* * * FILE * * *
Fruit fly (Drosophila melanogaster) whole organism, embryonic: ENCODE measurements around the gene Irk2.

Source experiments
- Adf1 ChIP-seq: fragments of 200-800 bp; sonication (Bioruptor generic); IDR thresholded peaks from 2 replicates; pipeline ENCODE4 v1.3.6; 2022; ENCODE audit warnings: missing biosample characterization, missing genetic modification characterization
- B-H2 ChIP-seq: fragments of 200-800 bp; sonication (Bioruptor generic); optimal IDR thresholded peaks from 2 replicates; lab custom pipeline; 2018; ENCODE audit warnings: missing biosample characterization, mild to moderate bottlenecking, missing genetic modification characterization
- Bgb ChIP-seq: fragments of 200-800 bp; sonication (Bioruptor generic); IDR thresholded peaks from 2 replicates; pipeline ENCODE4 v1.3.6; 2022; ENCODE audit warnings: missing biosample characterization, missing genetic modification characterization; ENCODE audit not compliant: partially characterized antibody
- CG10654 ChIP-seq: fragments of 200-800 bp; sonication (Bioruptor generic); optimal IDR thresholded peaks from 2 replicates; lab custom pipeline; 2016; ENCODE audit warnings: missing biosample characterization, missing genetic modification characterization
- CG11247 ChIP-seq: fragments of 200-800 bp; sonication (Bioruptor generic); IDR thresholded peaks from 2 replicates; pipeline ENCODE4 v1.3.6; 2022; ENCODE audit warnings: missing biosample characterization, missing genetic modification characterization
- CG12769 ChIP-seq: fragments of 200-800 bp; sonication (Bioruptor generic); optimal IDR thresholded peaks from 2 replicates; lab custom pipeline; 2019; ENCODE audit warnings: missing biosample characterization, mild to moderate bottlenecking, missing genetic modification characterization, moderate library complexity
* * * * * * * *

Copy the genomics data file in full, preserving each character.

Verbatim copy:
Fruit fly (Drosophila melanogaster) whole organism, embryonic: ENCODE measurements around the gene Irk2.

Source experiments
- Adf1 ChIP-seq: fragments of 200-800 bp; sonication (Bioruptor generic); IDR thresholded peaks from 2 replicates; pipeline ENCODE4 v1.3.6; 2022; ENCODE audit warnings: missing biosample characterization, missing genetic modification characterization
- B-H2 ChIP-seq: fragments of 200-800 bp; sonication (Bioruptor generic); optimal IDR thresholded peaks from 2 replicates; lab custom pipeline; 2018; ENCODE audit warnings: missing biosample characterization, mild to moderate bottlenecking, missing genetic modification characterization
- Bgb ChIP-seq: fragments of 200-800 bp; sonication (Bioruptor generic); IDR thresholded peaks from 2 replicates; pipeline ENCODE4 v1.3.6; 2022; ENCODE audit warnings: missing biosample characterization, missing genetic modification characterization; ENCODE audit not compliant: partially characterized antibody
- CG10654 ChIP-seq: fragments of 200-800 bp; sonication (Bioruptor generic); optimal IDR thresholded peaks from 2 replicates; lab custom pipeline; 2016; ENCODE audit warnings: missing biosample characterization, missing genetic modification characterization
- CG11247 ChIP-seq: fragments of 200-800 bp; sonication (Bioruptor generic); IDR thresholded peaks from 2 replicates; pipeline ENCODE4 v1.3.6; 2022; ENCODE audit warnings: missing biosample characterization, missing genetic modification characterization
- CG12769 ChIP-seq: fragments of 200-800 bp; sonication (Bioruptor generic); optimal IDR thresholded peaks from 2 replicates; lab custom pipeline; 2019; ENCODE audit warnings: missing biosample characterization, mild to moderate bottlenecking, missing genetic modification characterization, moderate library complexity